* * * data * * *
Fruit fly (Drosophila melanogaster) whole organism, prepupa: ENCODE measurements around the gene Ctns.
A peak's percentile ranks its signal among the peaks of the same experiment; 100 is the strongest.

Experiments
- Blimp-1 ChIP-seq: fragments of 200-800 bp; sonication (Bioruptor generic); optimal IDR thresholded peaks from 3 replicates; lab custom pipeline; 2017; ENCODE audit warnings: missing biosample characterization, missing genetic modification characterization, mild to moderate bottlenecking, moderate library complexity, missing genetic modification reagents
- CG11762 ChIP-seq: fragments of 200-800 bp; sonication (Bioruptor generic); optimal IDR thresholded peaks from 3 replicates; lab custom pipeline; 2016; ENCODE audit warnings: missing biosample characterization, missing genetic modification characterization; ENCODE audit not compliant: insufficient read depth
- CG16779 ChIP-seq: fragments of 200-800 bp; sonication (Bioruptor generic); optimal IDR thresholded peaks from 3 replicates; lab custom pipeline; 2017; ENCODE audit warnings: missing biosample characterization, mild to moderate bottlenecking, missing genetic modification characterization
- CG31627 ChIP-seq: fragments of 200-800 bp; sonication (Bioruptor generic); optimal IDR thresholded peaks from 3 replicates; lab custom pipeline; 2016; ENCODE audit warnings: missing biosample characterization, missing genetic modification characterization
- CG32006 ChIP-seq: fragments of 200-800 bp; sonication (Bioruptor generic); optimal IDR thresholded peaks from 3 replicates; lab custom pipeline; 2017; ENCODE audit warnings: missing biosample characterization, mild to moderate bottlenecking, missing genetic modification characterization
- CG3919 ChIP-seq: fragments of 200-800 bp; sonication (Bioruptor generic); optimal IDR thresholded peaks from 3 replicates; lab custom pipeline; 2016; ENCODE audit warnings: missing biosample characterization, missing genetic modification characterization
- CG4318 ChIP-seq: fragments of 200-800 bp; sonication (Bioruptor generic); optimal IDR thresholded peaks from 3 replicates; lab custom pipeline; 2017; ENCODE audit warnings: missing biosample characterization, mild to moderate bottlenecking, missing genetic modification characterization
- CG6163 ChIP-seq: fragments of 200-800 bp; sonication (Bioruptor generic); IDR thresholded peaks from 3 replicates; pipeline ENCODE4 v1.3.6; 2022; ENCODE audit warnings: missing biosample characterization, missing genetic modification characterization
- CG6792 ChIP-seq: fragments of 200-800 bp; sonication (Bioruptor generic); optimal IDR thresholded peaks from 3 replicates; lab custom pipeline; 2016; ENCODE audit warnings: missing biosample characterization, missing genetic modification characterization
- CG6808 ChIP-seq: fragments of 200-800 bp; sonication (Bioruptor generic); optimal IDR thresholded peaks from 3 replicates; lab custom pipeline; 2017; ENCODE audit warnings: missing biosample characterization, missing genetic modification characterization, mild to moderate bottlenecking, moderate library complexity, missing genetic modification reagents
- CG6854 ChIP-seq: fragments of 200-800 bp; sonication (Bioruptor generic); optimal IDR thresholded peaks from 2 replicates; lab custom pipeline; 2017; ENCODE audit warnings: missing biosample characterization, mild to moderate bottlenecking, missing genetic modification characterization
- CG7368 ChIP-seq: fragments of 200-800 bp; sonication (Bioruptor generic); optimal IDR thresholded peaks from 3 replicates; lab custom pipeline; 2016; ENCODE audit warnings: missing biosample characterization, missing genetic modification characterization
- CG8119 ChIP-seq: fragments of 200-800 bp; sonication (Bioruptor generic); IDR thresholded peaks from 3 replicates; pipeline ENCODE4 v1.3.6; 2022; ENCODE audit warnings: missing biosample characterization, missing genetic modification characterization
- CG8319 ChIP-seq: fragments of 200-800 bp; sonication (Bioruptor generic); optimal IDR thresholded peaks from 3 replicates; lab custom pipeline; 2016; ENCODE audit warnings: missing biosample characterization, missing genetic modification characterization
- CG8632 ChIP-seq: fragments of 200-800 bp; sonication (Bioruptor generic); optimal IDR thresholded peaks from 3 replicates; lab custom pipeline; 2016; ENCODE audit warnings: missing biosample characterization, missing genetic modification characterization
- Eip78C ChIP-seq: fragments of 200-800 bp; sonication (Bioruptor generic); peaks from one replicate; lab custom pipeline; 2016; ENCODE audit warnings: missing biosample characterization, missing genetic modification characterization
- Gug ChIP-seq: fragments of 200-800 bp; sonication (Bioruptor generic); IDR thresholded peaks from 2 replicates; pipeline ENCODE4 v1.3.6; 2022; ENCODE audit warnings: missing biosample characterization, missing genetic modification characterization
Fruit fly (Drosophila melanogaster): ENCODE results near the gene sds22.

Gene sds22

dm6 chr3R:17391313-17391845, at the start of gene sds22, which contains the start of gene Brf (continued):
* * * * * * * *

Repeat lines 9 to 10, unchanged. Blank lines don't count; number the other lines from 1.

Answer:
- CG3919 ChIP-seq: fragments of 200-800 bp; sonication (Bioruptor generic); optimal IDR thresholded peaks from 3 replicates; lab custom pipeline; 2016; ENCODE audit warnings: missing biosample characterization, missing genetic modification characterization
- CG4318 ChIP-seq: fragments of 200-800 bp; sonication (Bioruptor generic); optimal IDR thresholded peaks from 3 replicates; lab custom pipeline; 2017; ENCODE audit warnings: missing biosample characterization, mild to moderate bottlenecking, missing genetic modification characterization